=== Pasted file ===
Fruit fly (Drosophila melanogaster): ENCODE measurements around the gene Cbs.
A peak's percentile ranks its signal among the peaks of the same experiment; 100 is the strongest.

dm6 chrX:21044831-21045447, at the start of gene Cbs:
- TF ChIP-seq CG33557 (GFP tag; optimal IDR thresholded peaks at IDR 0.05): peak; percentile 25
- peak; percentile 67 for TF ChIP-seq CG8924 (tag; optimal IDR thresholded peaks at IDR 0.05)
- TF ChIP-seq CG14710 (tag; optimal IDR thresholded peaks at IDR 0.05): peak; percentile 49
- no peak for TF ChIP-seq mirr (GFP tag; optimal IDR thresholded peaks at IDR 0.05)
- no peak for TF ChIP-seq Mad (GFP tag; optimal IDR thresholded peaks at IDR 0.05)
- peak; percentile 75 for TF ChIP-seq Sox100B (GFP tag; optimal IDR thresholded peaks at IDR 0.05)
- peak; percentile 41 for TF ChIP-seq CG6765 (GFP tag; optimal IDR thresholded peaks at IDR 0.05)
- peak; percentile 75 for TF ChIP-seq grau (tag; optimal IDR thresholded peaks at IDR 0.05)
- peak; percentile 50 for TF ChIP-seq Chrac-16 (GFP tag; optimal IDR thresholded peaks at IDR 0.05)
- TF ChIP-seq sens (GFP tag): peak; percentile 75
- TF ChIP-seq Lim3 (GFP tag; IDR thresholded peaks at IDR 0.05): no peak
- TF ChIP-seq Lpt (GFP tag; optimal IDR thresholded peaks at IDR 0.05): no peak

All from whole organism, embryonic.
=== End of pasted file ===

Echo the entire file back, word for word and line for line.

Fruit fly (Drosophila melanogaster): ENCODE measurements around the gene Cbs.
A peak's percentile ranks its signal among the peaks of the same experiment; 100 is the strongest.

dm6 chrX:21044831-21045447, at the start of gene Cbs:
- TF ChIP-seq CG33557 (GFP tag; optimal IDR thresholded peaks at IDR 0.05): peak; percentile 25
- peak; percentile 67 for TF ChIP-seq CG8924 (tag; optimal IDR thresholded peaks at IDR 0.05)
- TF ChIP-seq CG14710 (tag; optimal IDR thresholded peaks at IDR 0.05): peak; percentile 49
- no peak for TF ChIP-seq mirr (GFP tag; optimal IDR thresholded peaks at IDR 0.05)
- no peak for TF ChIP-seq Mad (GFP tag; optimal IDR thresholded peaks at IDR 0.05)
- peak; percentile 75 for TF ChIP-seq Sox100B (GFP tag; optimal IDR thresholded peaks at IDR 0.05)
- peak; percentile 41 for TF ChIP-seq CG6765 (GFP tag; optimal IDR thresholded peaks at IDR 0.05)
- peak; percentile 75 for TF ChIP-seq grau (tag; optimal IDR thresholded peaks at IDR 0.05)
- peak; percentile 50 for TF ChIP-seq Chrac-16 (GFP tag; optimal IDR thresholded peaks at IDR 0.05)
- TF ChIP-seq sens (GFP tag): peak; percentile 75
- TF ChIP-seq Lim3 (GFP tag; IDR thresholded peaks at IDR 0.05): no peak
- TF ChIP-seq Lpt (GFP tag; optimal IDR thresholded peaks at IDR 0.05): no peak

All from whole organism, embryonic.